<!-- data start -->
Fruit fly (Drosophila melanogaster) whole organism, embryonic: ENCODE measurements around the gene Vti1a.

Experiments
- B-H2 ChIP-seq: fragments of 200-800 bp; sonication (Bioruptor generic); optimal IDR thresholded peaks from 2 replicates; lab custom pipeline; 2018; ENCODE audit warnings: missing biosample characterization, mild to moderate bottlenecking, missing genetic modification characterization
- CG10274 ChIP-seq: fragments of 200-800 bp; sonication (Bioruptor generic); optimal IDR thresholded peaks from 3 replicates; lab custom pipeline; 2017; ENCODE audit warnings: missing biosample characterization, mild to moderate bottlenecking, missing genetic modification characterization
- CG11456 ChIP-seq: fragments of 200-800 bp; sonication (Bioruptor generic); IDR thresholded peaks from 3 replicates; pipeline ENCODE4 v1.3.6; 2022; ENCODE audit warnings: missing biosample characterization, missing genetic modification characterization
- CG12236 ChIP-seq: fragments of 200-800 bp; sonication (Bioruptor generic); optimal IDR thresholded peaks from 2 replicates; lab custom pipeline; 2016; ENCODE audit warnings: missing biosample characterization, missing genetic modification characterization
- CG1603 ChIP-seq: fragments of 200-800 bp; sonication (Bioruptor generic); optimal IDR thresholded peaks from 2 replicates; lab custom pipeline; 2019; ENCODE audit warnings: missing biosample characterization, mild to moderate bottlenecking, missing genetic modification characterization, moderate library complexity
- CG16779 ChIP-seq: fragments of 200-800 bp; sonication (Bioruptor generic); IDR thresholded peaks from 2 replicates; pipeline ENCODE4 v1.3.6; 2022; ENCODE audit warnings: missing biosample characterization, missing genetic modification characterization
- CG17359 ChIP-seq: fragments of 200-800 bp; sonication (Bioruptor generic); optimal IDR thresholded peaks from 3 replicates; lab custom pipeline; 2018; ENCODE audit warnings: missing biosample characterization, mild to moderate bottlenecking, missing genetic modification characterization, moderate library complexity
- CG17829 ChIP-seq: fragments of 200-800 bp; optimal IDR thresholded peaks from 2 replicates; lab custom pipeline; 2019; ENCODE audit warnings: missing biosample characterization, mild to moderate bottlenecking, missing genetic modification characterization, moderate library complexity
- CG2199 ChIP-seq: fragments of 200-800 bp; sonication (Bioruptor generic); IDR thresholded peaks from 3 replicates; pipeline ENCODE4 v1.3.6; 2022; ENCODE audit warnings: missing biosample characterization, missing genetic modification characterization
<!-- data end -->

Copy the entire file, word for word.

Fruit fly (Drosophila melanogaster) whole organism, embryonic: ENCODE measurements around the gene Vti1a.

Experiments
- B-H2 ChIP-seq: fragments of 200-800 bp; sonication (Bioruptor generic); optimal IDR thresholded peaks from 2 replicates; lab custom pipeline; 2018; ENCODE audit warnings: missing biosample characterization, mild to moderate bottlenecking, missing genetic modification characterization
- CG10274 ChIP-seq: fragments of 200-800 bp; sonication (Bioruptor generic); optimal IDR thresholded peaks from 3 replicates; lab custom pipeline; 2017; ENCODE audit warnings: missing biosample characterization, mild to moderate bottlenecking, missing genetic modification characterization
- CG11456 ChIP-seq: fragments of 200-800 bp; sonication (Bioruptor generic); IDR thresholded peaks from 3 replicates; pipeline ENCODE4 v1.3.6; 2022; ENCODE audit warnings: missing biosample characterization, missing genetic modification characterization
- CG12236 ChIP-seq: fragments of 200-800 bp; sonication (Bioruptor generic); optimal IDR thresholded peaks from 2 replicates; lab custom pipeline; 2016; ENCODE audit warnings: missing biosample characterization, missing genetic modification characterization
- CG1603 ChIP-seq: fragments of 200-800 bp; sonication (Bioruptor generic); optimal IDR thresholded peaks from 2 replicates; lab custom pipeline; 2019; ENCODE audit warnings: missing biosample characterization, mild to moderate bottlenecking, missing genetic modification characterization, moderate library complexity
- CG16779 ChIP-seq: fragments of 200-800 bp; sonication (Bioruptor generic); IDR thresholded peaks from 2 replicates; pipeline ENCODE4 v1.3.6; 2022; ENCODE audit warnings: missing biosample characterization, missing genetic modification characterization
- CG17359 ChIP-seq: fragments of 200-800 bp; sonication (Bioruptor generic); optimal IDR thresholded peaks from 3 replicates; lab custom pipeline; 2018; ENCODE audit warnings: missing biosample characterization, mild to moderate bottlenecking, missing genetic modification characterization, moderate library complexity
- CG17829 ChIP-seq: fragments of 200-800 bp; optimal IDR thresholded peaks from 2 replicates; lab custom pipeline; 2019; ENCODE audit warnings: missing biosample characterization, mild to moderate bottlenecking, missing genetic modification characterization, moderate library complexity
- CG2199 ChIP-seq: fragments of 200-800 bp; sonication (Bioruptor generic); IDR thresholded peaks from 3 replicates; pipeline ENCODE4 v1.3.6; 2022; ENCODE audit warnings: missing biosample characterization, missing genetic modification characterization